Greyhound is trying to appeal to a wider audience and argues that it is unfairly stereotyped. Greyhound points out on its website that a third of its customers earn more than $35,000 a year, and about the same number have "a college degree and are better educated than the US population as a whole". The Greyhound spokeswoman adds: "It is a young demographic. There are a lot of 18 to 34 year olds. Most people are travelling to see family and friends." Indeed, it is easy to wrongly stereotype Greyhound customers. At New York's Port Authority, the transport terminal in downtown Manhattan where the Lucky Streak service starts and finishes, there are plenty of people sitting on the floor with their belongings in plastic bags. On the bus there are a lot of people who appear to be going to gamble with money that they cannot afford to lose.

But also travelling is Steve, who works for the German investment bank Dresdner and is just back from a business trip to London - where he stayed in the hip St Martin's Lane Hotel near Covent Garden. He is visiting his parents who live just outside Atlantic City. "I take the bus because it is a hassle to hire a car from Manhattan," he says. "The buses come all the time, and it is the easiest way to get there."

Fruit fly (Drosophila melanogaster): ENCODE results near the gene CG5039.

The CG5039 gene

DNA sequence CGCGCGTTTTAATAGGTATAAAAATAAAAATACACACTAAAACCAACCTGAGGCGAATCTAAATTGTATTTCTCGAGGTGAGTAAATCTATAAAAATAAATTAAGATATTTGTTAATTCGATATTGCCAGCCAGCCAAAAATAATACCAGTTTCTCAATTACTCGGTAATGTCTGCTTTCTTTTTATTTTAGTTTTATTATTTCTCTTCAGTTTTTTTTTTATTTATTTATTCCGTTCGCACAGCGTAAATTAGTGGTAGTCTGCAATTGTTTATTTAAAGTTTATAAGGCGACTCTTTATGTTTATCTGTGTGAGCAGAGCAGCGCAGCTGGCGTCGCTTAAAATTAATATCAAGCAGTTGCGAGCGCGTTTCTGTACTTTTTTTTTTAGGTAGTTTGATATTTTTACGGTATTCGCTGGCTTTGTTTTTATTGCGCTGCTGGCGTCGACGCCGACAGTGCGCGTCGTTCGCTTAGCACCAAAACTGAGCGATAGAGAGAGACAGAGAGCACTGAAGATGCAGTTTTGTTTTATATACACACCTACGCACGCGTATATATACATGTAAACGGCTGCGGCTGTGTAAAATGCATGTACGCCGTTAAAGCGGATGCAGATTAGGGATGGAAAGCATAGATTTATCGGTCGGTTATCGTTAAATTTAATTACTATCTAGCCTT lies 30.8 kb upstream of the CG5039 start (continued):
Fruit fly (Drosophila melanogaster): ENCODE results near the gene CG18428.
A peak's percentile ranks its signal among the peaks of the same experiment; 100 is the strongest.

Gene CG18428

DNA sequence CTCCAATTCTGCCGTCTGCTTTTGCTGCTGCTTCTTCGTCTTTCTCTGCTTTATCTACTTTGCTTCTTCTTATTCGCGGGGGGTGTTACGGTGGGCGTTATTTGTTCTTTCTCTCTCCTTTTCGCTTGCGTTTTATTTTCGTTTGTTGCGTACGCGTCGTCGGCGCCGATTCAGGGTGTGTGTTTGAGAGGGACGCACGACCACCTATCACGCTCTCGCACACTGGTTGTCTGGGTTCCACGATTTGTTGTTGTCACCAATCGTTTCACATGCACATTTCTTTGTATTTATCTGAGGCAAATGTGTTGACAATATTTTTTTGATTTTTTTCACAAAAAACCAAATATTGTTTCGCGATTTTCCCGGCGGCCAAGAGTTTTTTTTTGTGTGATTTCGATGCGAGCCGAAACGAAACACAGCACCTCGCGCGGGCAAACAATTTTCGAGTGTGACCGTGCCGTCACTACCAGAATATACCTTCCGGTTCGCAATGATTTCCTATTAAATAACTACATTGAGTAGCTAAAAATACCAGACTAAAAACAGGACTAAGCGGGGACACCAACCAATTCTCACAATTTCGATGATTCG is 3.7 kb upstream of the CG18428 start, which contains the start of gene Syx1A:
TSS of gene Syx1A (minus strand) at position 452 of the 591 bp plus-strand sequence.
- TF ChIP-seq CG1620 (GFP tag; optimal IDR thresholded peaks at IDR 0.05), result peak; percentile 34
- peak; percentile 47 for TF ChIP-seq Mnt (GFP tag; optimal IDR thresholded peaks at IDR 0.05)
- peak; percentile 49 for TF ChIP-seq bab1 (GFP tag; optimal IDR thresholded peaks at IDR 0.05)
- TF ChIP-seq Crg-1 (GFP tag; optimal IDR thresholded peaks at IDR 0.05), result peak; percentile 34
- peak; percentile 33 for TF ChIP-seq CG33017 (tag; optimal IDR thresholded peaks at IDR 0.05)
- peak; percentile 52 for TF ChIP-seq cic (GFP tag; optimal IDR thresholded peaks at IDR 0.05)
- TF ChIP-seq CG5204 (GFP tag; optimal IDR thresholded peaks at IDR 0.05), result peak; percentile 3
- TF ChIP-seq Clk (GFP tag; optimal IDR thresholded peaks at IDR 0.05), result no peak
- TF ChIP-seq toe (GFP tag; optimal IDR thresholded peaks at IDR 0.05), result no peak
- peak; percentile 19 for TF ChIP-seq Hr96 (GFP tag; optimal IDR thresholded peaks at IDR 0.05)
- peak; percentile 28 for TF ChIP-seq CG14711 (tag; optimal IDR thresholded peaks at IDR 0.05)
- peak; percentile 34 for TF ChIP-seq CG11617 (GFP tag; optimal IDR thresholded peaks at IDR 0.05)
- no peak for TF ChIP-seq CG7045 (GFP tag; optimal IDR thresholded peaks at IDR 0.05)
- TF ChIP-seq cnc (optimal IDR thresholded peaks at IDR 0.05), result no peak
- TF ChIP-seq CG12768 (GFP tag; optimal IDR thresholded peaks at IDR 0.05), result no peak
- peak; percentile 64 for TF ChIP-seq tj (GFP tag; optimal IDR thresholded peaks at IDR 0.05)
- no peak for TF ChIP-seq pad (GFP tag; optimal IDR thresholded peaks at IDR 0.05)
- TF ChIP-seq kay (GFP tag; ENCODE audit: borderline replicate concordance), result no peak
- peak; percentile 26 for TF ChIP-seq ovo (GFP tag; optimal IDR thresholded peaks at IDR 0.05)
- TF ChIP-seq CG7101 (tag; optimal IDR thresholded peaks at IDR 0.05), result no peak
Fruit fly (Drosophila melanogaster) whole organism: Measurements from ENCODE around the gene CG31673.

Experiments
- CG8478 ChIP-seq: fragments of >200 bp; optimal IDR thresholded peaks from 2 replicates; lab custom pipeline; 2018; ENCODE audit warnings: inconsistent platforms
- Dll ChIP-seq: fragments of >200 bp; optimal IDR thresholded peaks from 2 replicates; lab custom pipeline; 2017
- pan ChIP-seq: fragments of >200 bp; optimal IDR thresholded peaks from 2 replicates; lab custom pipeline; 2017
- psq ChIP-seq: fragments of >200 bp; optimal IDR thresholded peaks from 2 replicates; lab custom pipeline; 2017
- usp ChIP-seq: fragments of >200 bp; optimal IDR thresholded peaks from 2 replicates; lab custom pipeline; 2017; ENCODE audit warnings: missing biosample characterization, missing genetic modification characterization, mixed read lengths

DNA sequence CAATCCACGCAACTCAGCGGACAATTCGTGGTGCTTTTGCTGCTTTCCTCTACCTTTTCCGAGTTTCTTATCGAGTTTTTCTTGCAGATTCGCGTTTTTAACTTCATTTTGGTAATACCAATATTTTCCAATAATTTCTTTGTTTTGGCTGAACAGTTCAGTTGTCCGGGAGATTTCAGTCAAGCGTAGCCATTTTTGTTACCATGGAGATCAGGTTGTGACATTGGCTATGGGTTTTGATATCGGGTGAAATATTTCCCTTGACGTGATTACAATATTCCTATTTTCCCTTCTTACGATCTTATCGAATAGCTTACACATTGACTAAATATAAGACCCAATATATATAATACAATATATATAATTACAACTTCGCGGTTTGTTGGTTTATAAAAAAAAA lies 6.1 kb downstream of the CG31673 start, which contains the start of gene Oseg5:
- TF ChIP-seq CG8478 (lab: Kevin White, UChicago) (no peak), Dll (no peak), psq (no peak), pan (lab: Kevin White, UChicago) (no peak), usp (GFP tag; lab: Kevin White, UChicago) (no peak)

This summer's cuts to its network are the first of many changes planned by Greyhound in its struggle to survive as a competitor to the increasing prevalence of low-cost airlines. It must also contend with the rival bus services which have sprung up along the more popular routes, such as the almost unfeasibly cheap routes operating out of New York's Chinatown, with their destinations written only in Chinese characters. Greyhound's plan is to offer a simpler network. It believes most of its customers do not want to stop at every small town along a journey, but instead go straight between large cities in as little time as possible. It says its second most popular route after Atlantic City is New York to Washington.

An alternative plan is to try to establish subsidies from the federal government or the individual states to help Greyhound run its loss-making rural routes. Six senators in affected areas are lobbying the company to reopen the services it has cut and have said they will consider ways to find public money so that Greyhound could at least break even on these routes.

Back in Atlantic City, just along the seafront from Caesar's, is this weekend's major attraction, the Miss America beauty pageant. Hundreds of young women have streamed here for the annual competition. Whether, in years to come, Greyhound buses will be on hand to deliver these sublime examples of American femininity from small towns all across America remains to be seen.